Eosinophilic Esophagitis

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Summary

What is eosinophilic esophagitis (EoE)?

Eosinophilic esophagitis (EoE) is a chronic disease of the esophagus. Your esophagus is the muscular tube that carries food and liquids from your mouth to the stomach. If you have EoE, white blood cells called eosinophils build up in your esophagus. This causes damage and inflammation, which can cause pain, trouble swallowing, and food getting stuck in your throat.

EoE is rare. But because it is a newly recognized disease, it is being diagnosed more often. Some people who think that they have reflux (GERD) may actually have EoE.

What causes eosinophilic esophagitis (EoE)?

Researchers are not certain about the exact cause of EoE. They think that it is an immune system/allergic reaction to foods or to substances in your environment, such as dust mites, animal dander, pollen, and molds. Certain genes may also play a role in EoE.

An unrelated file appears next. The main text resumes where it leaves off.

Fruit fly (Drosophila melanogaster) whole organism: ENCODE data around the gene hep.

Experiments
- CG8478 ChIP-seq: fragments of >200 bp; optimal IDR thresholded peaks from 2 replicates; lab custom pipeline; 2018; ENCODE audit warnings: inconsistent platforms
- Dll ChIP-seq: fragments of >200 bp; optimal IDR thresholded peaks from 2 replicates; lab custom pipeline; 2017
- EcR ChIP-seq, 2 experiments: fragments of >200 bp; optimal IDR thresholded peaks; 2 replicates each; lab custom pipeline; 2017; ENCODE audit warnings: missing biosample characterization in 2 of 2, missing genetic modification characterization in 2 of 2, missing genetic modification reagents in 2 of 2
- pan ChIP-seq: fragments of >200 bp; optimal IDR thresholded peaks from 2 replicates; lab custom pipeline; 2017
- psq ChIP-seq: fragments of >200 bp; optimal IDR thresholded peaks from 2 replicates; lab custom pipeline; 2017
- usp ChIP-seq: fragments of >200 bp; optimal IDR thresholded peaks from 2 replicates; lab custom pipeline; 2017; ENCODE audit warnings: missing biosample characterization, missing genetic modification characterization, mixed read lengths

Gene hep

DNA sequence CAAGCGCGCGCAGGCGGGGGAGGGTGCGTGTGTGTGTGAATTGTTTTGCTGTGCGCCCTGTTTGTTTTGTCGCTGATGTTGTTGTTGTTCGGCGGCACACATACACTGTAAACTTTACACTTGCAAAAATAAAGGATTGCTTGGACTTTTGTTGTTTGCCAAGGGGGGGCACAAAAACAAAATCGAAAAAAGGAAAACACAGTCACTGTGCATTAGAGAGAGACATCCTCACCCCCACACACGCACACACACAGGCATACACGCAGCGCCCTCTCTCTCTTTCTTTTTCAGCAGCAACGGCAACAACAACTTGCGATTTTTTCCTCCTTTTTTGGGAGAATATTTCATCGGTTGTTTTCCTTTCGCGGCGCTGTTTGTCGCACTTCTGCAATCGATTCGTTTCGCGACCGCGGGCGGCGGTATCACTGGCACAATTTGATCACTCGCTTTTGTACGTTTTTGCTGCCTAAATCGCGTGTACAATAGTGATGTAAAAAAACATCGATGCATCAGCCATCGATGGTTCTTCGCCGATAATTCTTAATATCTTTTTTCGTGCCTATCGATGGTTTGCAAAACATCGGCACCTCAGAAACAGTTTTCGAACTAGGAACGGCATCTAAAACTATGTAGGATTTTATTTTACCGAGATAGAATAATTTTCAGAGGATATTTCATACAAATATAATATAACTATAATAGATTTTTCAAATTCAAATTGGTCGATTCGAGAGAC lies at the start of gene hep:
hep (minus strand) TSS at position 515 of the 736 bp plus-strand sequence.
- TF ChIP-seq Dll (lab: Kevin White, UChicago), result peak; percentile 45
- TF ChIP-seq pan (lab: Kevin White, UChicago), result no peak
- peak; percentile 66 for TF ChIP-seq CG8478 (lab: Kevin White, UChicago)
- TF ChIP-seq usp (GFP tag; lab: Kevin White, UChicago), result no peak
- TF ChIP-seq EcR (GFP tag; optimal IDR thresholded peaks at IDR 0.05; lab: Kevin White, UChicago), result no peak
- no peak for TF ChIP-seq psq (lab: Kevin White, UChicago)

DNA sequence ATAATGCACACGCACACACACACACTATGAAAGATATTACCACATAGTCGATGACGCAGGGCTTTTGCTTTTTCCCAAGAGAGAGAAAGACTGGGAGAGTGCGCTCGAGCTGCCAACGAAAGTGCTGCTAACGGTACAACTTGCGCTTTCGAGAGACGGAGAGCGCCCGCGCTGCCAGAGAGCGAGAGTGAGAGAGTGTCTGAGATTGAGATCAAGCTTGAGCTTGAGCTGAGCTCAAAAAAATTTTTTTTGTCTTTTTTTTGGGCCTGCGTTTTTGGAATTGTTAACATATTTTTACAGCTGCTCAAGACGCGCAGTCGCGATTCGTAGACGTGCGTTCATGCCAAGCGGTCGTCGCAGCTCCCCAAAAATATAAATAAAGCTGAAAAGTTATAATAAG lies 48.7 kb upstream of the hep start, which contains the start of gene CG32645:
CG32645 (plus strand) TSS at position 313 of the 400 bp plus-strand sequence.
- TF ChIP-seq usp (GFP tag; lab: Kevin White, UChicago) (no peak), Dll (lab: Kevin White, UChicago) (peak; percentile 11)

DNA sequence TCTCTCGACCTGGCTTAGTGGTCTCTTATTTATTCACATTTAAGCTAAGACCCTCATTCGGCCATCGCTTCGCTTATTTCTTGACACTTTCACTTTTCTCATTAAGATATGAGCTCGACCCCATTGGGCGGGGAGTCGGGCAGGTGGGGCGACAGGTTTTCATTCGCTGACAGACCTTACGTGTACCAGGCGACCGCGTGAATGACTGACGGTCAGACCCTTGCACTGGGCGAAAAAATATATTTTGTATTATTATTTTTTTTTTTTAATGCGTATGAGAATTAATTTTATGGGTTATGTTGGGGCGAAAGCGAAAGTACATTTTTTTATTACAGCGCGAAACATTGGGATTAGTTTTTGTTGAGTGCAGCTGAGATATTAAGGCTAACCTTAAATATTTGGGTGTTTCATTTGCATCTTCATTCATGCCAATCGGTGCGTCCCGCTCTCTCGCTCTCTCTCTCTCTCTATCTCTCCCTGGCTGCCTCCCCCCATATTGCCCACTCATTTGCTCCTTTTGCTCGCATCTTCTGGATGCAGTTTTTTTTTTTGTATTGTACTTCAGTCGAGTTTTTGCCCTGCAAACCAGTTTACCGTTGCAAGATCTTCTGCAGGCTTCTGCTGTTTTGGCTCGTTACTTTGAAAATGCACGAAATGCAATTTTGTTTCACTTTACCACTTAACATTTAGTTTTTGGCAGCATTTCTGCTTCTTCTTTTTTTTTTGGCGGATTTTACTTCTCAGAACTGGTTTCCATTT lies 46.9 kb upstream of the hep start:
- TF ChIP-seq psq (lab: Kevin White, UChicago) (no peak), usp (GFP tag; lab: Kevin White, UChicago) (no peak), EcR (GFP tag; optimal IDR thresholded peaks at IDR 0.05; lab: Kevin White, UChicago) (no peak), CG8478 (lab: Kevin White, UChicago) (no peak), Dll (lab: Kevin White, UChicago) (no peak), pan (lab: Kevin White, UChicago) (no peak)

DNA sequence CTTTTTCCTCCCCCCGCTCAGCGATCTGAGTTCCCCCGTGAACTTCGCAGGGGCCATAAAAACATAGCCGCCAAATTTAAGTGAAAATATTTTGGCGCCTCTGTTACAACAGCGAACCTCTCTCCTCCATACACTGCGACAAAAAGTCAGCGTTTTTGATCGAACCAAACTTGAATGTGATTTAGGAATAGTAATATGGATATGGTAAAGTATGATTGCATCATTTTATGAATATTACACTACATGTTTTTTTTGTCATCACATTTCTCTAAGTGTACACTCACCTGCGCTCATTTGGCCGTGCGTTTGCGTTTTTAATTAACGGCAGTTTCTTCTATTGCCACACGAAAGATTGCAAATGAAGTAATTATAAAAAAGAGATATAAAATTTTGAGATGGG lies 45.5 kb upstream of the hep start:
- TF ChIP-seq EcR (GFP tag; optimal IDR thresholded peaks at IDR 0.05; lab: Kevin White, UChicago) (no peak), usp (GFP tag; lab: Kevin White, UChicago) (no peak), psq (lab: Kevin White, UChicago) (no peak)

Who is at risk for eosinophilic esophagitis(EoE)?

EoE can affect anyone, but it is more common in people who:

What are the symptoms of eosinophilic esophagitis (EoE)?

The most common symptoms of EoE can depend on your age.

In infants and toddlers::

  • Feeding problems
  • Vomiting
  • Poor weight gain and growth
  • Reflux that does not get better with medicines

In older children::

  • Vomiting
  • Abdominal pain
  • Trouble swallowing, especially with solid foods
  • Reflux that does not get better with medicines
  • Poor appetite

In adults::

  • Trouble swallowing, especially with solid foods
  • Food getting stuck in the esophagus
  • Reflux that does not get better with medicines
  • Heartburn
  • Chest pain

How is eosinophilic esophagitis (EoE) diagnosed?

To find out if you have EoE, your doctor will likely: